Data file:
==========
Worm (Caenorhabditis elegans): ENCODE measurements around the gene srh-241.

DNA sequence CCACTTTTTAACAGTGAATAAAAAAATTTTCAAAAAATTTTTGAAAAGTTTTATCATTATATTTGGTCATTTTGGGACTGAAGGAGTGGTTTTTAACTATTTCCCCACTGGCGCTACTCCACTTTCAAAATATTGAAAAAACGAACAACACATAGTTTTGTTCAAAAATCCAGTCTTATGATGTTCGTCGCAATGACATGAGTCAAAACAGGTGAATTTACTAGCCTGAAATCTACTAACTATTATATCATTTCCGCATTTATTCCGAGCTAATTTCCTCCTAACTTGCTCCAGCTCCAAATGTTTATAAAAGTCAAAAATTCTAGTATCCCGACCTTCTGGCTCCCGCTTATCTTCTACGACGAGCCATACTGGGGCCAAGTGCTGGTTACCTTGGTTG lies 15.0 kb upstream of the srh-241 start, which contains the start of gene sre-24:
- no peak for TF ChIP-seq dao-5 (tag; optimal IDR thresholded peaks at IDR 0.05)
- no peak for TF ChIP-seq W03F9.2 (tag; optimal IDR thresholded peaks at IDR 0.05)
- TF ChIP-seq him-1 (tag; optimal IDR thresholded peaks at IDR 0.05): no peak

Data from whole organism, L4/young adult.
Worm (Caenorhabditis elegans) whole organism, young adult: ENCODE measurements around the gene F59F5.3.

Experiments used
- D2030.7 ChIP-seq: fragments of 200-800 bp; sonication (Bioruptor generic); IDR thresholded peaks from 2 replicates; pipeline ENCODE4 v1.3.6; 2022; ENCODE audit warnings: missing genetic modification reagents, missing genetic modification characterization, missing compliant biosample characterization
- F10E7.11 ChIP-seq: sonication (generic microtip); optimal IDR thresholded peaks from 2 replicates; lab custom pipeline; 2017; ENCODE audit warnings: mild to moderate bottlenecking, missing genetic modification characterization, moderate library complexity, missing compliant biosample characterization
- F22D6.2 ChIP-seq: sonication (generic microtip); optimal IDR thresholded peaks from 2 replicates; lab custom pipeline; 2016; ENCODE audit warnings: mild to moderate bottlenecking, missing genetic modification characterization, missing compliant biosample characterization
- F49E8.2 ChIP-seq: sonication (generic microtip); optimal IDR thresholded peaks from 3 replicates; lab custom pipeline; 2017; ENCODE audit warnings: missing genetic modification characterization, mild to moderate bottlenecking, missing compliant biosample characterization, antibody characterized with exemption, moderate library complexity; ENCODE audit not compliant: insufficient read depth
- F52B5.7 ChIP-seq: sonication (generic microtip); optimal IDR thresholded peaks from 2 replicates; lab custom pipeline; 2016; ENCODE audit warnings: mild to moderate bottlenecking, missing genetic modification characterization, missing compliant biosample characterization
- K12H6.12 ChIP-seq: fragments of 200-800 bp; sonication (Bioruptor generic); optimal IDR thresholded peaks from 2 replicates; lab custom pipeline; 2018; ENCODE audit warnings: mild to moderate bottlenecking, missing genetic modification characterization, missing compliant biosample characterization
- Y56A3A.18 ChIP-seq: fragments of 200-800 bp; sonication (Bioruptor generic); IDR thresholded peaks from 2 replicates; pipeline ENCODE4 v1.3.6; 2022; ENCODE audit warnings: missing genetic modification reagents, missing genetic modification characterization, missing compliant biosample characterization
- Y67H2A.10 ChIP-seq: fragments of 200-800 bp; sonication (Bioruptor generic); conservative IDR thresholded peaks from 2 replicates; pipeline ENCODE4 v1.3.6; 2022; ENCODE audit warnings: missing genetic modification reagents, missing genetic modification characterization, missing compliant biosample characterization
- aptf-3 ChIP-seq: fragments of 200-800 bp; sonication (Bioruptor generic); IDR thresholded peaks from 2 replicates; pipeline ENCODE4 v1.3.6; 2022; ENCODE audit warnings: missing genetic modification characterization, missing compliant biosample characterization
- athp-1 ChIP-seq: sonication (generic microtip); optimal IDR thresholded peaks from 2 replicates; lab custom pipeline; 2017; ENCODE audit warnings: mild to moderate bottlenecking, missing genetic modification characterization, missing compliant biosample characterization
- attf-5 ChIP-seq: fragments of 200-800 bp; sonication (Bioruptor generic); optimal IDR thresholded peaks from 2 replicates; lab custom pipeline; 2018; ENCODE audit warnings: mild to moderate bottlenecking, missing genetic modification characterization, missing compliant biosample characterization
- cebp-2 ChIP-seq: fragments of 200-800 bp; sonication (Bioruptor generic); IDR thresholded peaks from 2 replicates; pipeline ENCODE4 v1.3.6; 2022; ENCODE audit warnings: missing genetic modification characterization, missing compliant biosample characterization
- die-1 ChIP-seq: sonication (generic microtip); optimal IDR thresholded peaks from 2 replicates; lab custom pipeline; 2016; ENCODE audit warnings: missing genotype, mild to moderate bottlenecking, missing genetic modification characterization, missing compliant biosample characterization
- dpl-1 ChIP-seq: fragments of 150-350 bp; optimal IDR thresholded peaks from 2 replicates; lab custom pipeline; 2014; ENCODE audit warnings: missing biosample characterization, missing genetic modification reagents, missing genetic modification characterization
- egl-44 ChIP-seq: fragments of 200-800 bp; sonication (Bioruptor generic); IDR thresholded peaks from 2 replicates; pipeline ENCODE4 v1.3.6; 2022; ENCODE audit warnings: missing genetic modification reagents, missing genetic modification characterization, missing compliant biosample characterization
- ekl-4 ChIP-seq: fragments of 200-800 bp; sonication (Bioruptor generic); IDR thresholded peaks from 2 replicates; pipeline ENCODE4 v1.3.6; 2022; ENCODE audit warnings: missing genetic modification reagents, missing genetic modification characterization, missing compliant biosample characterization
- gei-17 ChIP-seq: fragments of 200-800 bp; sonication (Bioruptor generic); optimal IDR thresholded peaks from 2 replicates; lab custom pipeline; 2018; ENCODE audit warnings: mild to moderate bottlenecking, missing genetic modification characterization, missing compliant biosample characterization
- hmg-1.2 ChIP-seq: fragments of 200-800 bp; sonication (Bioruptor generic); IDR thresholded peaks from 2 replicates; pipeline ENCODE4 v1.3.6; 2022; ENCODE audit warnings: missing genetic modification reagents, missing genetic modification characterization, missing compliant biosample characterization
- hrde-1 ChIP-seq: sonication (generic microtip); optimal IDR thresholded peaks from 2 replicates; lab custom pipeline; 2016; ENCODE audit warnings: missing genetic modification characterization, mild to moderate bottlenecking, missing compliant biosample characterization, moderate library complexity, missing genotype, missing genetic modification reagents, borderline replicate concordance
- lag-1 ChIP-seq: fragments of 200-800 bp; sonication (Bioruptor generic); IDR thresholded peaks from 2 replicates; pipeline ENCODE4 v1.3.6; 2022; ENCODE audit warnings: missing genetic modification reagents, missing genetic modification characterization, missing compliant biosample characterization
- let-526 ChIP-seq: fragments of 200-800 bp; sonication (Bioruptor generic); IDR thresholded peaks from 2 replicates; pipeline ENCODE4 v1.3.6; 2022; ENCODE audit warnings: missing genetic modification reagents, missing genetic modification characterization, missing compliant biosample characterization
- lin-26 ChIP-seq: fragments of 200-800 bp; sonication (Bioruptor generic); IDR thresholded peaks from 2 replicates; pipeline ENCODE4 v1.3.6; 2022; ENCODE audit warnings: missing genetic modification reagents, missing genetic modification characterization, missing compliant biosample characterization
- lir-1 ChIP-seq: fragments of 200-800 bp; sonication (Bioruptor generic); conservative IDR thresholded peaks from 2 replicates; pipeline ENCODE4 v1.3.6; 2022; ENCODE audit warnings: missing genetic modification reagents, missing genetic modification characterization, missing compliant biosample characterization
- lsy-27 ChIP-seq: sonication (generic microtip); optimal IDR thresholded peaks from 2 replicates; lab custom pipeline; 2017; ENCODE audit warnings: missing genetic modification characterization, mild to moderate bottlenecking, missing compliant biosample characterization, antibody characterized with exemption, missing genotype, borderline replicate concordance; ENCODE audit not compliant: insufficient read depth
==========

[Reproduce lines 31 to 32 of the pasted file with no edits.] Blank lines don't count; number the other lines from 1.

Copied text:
- lir-1 ChIP-seq: fragments of 200-800 bp; sonication (Bioruptor generic); conservative IDR thresholded peaks from 2 replicates; pipeline ENCODE4 v1.3.6; 2022; ENCODE audit warnings: missing genetic modification reagents, missing genetic modification characterization, missing compliant biosample characterization
- lsy-27 ChIP-seq: sonication (generic microtip); optimal IDR thresholded peaks from 2 replicates; lab custom pipeline; 2017; ENCODE audit warnings: missing genetic modification characterization, mild to moderate bottlenecking, missing compliant biosample characterization, antibody characterized with exemption, missing genotype, borderline replicate concordance; ENCODE audit not compliant: insufficient read depth